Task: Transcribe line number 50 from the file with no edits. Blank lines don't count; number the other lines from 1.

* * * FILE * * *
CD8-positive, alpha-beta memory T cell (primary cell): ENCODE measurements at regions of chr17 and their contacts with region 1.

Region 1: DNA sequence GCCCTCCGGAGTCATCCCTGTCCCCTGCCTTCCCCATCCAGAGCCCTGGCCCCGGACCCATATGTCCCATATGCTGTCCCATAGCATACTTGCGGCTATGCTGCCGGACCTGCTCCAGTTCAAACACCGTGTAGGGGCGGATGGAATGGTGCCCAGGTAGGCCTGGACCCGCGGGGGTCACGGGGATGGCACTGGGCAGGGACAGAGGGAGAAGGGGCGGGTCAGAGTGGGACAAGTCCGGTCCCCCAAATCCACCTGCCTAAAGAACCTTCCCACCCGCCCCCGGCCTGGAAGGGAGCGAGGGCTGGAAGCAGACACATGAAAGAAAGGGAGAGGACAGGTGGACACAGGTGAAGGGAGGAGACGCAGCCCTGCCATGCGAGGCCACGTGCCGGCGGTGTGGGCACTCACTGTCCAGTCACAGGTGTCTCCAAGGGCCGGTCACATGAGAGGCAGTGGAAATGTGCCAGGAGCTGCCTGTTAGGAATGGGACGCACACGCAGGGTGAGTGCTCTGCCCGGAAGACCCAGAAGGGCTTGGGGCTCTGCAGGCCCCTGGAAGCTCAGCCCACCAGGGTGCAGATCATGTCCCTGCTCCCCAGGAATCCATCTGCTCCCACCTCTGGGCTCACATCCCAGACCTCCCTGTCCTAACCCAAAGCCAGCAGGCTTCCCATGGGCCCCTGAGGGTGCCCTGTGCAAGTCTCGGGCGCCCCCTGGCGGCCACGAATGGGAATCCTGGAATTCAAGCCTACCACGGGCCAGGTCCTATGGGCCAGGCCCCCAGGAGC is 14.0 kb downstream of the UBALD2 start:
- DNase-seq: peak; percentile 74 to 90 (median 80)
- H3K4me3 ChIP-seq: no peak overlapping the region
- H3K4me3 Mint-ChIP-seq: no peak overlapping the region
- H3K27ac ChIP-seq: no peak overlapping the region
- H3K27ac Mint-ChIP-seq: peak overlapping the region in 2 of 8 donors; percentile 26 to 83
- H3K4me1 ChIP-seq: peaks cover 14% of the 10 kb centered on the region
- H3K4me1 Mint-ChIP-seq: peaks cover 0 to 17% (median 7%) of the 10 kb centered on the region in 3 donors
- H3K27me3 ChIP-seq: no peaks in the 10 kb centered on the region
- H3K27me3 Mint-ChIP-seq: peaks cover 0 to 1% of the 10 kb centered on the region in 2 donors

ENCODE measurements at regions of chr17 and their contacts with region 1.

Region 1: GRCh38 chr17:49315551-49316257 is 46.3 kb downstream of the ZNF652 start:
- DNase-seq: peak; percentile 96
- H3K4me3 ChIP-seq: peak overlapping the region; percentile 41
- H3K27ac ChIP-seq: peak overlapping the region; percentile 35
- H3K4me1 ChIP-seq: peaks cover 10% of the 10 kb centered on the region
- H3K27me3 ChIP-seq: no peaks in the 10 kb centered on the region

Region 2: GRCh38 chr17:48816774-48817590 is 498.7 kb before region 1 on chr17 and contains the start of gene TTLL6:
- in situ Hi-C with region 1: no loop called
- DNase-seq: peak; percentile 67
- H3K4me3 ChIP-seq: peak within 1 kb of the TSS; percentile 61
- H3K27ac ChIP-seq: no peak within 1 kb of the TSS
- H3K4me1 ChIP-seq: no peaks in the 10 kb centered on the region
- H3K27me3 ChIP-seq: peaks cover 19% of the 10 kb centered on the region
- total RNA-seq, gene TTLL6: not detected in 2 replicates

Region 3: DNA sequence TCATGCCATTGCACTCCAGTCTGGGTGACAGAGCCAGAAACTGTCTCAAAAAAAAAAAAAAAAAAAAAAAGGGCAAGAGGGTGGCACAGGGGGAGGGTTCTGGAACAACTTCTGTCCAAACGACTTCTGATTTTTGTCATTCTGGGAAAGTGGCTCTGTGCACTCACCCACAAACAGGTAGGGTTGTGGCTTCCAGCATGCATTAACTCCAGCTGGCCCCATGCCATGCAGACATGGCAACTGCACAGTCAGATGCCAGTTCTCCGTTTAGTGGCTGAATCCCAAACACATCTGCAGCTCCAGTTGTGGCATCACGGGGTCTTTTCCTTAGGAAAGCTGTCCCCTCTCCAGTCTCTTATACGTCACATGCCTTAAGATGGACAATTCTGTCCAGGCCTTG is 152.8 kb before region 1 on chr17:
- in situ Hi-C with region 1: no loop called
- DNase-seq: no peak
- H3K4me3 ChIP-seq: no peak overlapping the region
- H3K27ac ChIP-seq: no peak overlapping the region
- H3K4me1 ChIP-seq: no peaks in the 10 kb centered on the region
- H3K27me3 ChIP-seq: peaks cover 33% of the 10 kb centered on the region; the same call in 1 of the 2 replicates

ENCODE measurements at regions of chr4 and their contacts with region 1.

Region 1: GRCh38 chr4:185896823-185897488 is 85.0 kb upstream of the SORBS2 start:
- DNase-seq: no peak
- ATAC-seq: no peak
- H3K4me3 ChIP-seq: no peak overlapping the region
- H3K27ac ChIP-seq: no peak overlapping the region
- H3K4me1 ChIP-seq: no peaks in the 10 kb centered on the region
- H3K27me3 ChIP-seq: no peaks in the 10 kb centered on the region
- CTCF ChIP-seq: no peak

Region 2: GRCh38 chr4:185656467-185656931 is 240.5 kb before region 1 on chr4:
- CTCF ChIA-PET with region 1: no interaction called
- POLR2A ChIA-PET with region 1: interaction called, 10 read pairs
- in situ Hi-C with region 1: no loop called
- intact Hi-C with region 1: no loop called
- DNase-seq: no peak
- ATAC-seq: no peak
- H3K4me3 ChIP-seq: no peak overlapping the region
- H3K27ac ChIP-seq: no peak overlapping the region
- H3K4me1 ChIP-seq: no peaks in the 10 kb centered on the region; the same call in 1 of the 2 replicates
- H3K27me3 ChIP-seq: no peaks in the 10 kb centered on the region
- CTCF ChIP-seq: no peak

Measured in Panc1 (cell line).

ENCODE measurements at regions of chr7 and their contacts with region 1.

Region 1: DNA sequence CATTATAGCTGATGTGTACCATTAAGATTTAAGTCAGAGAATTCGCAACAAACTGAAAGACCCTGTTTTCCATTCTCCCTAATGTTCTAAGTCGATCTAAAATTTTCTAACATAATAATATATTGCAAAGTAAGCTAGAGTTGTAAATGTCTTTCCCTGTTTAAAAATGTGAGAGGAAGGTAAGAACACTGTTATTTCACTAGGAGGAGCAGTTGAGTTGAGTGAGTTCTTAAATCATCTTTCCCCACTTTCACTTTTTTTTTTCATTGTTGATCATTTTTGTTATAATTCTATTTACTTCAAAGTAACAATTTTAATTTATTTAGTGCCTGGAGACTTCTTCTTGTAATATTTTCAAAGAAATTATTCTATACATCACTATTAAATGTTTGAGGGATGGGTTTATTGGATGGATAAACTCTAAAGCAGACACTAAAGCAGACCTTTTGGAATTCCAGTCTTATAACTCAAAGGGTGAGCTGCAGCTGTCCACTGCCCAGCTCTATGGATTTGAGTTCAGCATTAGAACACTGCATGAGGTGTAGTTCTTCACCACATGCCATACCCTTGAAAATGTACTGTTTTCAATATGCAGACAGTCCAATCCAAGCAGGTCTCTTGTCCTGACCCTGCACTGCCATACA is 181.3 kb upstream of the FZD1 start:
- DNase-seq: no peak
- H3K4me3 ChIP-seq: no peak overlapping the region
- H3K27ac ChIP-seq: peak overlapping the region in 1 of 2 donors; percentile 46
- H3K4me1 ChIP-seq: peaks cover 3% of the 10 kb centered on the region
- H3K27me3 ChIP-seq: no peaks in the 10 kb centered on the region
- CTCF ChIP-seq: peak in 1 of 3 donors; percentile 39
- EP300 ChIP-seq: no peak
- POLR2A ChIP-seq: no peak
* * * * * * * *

- H3K4me3 ChIP-seq: no peak overlapping the region